Dietary habits of Saharawi type II diabetic women living in Algerian refugee camps: Relationship with nutritional status and glycemic profile

Alessandro Leone, Alberto Battezzati, Sara Di Lello, Stefano Ravasenghi, Babahmed Mohamed-Iahdih, Saleh Mohamed Lamin Saleh, Simona Bertoli

Research output: Contribution to journalArticlepeer-review

Abstract

Diabetes is one of the main health problems among Saharawi refugees living in Algerian camps, especially for women. As is known, diet plays an important role in the management of diabetes. However, the dietary habits of Saharawi diabetic women are unknown. Therefore, we investigated the dietary habits and established their relationship with the nutritional status and glycemic profile of such women. We recruited 65 Saharawi type II diabetic women taking orally glucose-lowering drugs only. Dietary habits were investigated using qualitative 24 h recall carried out over three non-consecutive days. Anthropometric measurements were taken and blood parameters were measured. About 80% of the women were overweight and about three out of four women had uncompensated diabetes and were insulin resistant. The Saharawi diet was found to mainly include cereals, oils, sugars, vegetables (especially onions, tomatoes, and carrots), tea, and meat. Principal component analysis identified two major dietary patterns, the first one “healthy” and the second one “unhealthy”. Women in the higher tertile of adherence to the unhealthy dietary pattern had a higher homeostatic model assessment for insulin resistance (HOMA) index (b = 2.49; 95% CI: 0.41–4.57; p = 0.02) and circulating insulin (b = 4.52; 95% CI: 0.44–8.60; p = 0.03) than the women in the lowest tertile. Food policies should be oriented to improve the quality of diet of Saharawi diabetic women.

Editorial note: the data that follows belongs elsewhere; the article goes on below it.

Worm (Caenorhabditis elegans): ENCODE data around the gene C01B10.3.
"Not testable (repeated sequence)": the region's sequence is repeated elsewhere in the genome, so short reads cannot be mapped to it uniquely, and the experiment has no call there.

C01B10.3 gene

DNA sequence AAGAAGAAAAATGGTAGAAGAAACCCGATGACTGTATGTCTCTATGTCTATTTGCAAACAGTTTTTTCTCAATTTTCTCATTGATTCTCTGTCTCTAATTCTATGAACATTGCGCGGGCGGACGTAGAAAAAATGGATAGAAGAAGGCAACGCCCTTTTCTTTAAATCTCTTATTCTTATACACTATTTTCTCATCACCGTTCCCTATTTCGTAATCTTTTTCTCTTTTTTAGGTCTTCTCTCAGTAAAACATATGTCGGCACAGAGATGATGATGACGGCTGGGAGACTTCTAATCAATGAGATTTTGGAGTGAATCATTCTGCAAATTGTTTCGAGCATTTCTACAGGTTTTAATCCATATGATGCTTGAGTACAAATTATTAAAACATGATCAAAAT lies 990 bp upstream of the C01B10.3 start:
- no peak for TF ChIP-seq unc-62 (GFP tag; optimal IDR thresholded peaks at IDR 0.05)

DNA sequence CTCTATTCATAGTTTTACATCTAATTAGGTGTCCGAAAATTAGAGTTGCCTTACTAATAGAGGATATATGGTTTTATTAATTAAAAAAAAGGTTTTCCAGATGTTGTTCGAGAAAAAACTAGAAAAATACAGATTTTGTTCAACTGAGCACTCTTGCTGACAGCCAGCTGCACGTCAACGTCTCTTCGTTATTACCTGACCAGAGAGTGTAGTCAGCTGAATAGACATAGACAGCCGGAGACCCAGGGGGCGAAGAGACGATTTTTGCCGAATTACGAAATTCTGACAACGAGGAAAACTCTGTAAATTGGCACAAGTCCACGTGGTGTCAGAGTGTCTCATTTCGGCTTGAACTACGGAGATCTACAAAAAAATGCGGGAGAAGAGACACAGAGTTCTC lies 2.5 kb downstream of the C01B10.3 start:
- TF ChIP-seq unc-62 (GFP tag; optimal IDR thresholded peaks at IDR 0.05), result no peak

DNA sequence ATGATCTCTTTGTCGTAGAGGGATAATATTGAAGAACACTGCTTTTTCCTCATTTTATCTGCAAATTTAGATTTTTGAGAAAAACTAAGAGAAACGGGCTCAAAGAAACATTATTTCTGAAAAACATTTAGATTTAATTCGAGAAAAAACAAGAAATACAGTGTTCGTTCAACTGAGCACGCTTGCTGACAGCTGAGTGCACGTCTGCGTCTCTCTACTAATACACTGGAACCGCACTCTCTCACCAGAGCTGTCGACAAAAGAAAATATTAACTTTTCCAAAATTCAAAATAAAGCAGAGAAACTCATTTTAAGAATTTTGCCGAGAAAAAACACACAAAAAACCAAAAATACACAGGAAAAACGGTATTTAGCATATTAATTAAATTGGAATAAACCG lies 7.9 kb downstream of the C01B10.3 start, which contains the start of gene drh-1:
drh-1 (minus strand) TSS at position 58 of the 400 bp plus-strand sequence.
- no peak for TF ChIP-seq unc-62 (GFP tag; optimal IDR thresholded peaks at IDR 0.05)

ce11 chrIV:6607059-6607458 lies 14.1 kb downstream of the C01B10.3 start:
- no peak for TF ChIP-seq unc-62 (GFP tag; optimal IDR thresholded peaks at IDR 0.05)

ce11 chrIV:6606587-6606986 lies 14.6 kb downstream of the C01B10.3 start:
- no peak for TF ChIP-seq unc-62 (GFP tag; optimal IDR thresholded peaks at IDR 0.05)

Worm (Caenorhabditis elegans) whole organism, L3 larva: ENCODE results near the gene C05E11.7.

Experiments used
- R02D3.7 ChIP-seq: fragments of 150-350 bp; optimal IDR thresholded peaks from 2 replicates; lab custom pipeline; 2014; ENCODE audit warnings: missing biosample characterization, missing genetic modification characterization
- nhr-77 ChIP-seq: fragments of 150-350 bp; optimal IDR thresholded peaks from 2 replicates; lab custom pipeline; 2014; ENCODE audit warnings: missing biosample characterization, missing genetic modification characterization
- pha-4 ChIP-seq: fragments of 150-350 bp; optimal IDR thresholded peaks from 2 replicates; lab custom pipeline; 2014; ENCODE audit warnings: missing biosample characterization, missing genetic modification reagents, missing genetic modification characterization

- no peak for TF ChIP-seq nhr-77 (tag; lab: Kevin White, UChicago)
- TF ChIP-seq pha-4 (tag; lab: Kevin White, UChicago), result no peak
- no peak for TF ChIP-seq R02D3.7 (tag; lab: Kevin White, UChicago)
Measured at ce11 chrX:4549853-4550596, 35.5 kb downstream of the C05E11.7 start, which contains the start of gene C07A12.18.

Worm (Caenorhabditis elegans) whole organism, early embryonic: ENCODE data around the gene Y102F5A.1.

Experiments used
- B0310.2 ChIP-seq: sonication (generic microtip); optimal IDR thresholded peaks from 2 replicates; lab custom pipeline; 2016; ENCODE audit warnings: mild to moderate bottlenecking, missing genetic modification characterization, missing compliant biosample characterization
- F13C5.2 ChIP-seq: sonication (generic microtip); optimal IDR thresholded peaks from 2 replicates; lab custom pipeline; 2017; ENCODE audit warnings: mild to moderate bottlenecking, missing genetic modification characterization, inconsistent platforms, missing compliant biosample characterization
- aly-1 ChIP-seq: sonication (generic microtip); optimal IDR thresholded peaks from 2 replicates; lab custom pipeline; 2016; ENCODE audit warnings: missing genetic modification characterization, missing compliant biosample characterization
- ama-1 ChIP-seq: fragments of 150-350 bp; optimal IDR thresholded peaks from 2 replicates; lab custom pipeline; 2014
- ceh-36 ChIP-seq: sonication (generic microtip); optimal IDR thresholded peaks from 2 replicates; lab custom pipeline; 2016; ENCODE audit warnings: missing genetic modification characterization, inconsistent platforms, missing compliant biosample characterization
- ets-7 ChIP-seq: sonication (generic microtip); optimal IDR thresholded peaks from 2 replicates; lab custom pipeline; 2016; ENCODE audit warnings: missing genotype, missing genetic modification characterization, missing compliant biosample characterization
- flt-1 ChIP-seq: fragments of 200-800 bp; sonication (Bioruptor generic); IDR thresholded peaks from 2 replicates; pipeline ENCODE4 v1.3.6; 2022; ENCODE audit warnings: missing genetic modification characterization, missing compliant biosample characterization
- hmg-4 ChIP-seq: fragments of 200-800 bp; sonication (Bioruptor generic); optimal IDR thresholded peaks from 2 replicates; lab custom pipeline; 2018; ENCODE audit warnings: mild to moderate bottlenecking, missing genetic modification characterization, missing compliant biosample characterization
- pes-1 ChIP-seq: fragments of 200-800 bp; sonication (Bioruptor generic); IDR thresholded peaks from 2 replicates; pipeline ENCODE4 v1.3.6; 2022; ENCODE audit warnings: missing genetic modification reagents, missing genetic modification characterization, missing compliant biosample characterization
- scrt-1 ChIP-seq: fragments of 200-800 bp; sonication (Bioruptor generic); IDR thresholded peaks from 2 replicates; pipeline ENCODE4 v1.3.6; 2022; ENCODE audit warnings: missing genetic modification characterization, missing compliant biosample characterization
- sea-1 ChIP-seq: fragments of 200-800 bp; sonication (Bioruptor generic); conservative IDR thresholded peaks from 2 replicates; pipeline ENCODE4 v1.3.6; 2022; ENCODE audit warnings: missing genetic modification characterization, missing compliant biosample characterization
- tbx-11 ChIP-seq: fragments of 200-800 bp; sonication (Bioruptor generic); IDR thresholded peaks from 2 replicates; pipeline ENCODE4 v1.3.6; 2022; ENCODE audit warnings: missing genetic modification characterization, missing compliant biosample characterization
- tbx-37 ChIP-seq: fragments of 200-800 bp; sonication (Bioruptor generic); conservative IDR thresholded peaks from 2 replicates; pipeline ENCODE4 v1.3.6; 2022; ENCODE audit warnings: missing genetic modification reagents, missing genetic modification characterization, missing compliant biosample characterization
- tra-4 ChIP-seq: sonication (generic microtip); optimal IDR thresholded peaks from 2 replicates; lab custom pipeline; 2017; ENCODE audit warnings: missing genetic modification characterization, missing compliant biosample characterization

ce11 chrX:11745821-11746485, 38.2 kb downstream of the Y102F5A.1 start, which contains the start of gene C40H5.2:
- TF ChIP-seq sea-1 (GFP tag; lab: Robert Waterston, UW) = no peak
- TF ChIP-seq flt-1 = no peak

Original languageEnglish
Article number568
JournalNutrients
Volume12
Issue number2
DOIs
Publication statusPublished - Feb 2020

Keywords

  • Diabetes
  • Dietary habits
  • Dietary pattern
  • Food consumption
  • Glucose
  • HbA1c
  • Insulin
  • Nutritional status
  • Obesity
  • Saharawi refugee camps

ASJC Scopus subject areas

  • Food Science
  • Nutrition and Dietetics

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